FRANKFURT — “World poetry is world reconciliation.”
This line is from a poem by the German poet and philologist Friedrich Rückert (1788-1866), whose greatest gift to future generations was his immense translation work. By the end of his life he knew 42 languages, and had dedicated many years to translating works of poetry and prose, especially from the Orient, into German.
Thanks to his efforts, the German literary public gained access to the treasures of the literature and philosophy of ancient China and India, the poetry in Arabic, Farsi and Turkish, to mention just a few. It was Rückert’s deepest conviction that poetry — in the widest sense, literature — was the language through which peoples from vastly distant lands and civilizations could come to understand one another, and discover common beliefs, common sentiments and values, and share common aspirations.
Armenia has a proud and ancient tradition of translation. Thanks to the breakthrough achieved by Mesrob Mashtots (362-440), who invented the Armenian alphabet, the way was paved very early for a written literary culture in the native language. Beginning with Mesrob’s own first translations of the holy scriptures, Armenians developed a rich culture of translations, from the classical world continuing into the modern era. Testifying to the importance Armenians place on translation, there is even a holiday dedicated to their art.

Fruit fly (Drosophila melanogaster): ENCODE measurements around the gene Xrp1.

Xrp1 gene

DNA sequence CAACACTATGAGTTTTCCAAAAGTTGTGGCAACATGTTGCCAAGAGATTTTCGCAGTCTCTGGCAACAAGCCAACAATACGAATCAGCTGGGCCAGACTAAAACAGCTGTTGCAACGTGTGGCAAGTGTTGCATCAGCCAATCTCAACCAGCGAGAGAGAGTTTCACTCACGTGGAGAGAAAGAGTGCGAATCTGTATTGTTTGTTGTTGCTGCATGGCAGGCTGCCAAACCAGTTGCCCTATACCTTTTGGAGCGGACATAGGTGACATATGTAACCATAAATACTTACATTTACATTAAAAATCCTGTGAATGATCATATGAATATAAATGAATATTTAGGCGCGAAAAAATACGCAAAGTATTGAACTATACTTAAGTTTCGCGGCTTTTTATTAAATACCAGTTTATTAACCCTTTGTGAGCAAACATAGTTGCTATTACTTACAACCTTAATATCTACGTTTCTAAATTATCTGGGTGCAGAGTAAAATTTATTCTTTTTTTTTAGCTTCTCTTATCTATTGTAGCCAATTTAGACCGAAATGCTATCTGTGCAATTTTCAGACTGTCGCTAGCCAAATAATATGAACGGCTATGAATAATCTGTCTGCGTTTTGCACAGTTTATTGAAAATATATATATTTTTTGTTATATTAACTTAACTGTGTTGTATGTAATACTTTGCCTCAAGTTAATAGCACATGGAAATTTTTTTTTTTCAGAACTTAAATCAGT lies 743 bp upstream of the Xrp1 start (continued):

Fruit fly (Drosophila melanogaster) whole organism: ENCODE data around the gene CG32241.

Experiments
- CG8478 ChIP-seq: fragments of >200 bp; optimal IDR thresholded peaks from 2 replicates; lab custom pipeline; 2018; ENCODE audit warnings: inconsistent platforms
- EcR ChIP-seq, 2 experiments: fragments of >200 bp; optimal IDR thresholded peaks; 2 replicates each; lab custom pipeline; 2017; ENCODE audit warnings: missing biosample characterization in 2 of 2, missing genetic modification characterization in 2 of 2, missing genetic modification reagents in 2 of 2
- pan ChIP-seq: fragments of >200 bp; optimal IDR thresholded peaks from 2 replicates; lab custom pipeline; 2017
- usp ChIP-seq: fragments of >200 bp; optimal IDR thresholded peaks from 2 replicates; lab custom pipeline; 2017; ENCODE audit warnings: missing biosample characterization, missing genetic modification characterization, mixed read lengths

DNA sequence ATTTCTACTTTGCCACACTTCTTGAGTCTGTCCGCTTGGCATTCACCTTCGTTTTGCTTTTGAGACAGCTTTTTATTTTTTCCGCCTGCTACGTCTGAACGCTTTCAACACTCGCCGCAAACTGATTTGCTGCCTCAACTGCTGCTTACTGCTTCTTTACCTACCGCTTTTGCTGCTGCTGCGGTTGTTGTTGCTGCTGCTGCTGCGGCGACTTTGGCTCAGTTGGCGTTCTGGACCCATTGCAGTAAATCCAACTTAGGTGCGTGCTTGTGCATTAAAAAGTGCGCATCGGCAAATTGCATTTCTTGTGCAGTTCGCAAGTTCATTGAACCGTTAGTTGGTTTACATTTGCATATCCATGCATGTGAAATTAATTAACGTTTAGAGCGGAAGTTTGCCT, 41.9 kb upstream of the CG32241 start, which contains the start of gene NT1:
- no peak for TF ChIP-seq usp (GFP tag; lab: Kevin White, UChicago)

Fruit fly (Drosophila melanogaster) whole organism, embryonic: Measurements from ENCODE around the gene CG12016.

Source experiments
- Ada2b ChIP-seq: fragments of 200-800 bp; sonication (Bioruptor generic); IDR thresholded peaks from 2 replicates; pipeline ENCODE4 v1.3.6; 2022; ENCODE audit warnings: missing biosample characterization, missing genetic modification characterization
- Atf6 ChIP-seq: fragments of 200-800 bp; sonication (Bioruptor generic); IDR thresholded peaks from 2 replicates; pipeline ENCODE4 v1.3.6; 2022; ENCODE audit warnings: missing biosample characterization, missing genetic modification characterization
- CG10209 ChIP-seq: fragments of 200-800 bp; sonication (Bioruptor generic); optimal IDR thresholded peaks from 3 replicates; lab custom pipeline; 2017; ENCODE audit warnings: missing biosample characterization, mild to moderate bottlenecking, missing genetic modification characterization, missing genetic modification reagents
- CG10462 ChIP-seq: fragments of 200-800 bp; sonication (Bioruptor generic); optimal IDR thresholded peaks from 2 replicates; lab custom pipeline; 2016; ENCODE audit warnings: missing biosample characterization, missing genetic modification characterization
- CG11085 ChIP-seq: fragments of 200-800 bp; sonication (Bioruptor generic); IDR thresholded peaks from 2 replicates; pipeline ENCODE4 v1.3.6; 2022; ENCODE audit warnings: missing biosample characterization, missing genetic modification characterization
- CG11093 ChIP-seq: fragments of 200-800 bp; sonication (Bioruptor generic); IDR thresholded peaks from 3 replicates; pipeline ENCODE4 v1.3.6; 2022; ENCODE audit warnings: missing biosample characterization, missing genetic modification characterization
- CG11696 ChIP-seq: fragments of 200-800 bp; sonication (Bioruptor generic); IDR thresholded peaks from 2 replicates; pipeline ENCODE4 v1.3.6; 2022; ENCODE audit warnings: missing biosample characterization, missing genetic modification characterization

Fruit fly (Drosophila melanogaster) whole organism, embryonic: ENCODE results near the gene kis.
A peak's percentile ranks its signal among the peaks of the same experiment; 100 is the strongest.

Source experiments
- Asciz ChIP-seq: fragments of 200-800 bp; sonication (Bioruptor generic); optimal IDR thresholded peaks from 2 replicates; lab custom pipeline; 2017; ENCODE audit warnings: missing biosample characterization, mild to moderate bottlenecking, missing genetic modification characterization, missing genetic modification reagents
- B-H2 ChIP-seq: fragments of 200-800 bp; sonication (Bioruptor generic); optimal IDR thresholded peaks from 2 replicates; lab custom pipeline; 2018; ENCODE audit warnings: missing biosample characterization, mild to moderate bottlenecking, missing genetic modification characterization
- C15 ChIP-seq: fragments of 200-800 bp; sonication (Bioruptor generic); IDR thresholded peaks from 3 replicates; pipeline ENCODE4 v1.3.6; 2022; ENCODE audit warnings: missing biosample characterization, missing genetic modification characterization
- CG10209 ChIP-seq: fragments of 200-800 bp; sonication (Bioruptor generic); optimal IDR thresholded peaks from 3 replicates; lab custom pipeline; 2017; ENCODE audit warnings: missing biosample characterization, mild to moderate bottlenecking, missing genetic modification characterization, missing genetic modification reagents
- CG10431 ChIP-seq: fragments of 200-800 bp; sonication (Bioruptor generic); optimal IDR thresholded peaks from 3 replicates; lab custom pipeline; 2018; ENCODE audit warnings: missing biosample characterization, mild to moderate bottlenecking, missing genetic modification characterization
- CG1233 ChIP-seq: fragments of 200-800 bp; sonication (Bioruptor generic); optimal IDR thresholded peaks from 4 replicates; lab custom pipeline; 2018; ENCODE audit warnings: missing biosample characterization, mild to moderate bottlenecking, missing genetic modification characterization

So, when Deputy Minister of Culture Nerses Ter-Vardanyan presented the government’s project “Armenian Literature in Translation” at the Frankfurt Book Fair on October 13, he was essentially announcing the intention to build on this cultural heritage. In 2015, the year of the centennial of the genocide, the ministry had launched such a program, which aimed in particular at promoting translations of works dealing with the subject of the genocide. Now, as Ter-Vardanyan explained, the aim is broader; the idea is to support translations of works by Armenian authors into other languages, to make Armenian literature available to an international readership. Works of poetry and prose, as well as non-fiction studies dealing with topics related to Armenian history, politics and culture, works by Armenian authors both in Armenia and in the diaspora — all are candidates for support by the government program, whether they write in Armenian or Russian or any other language. “The main aim,” Ter-Vardanyan summed it up, “is to spread Armenian culture abroad, to acquaint an international reading public with our literary culture.”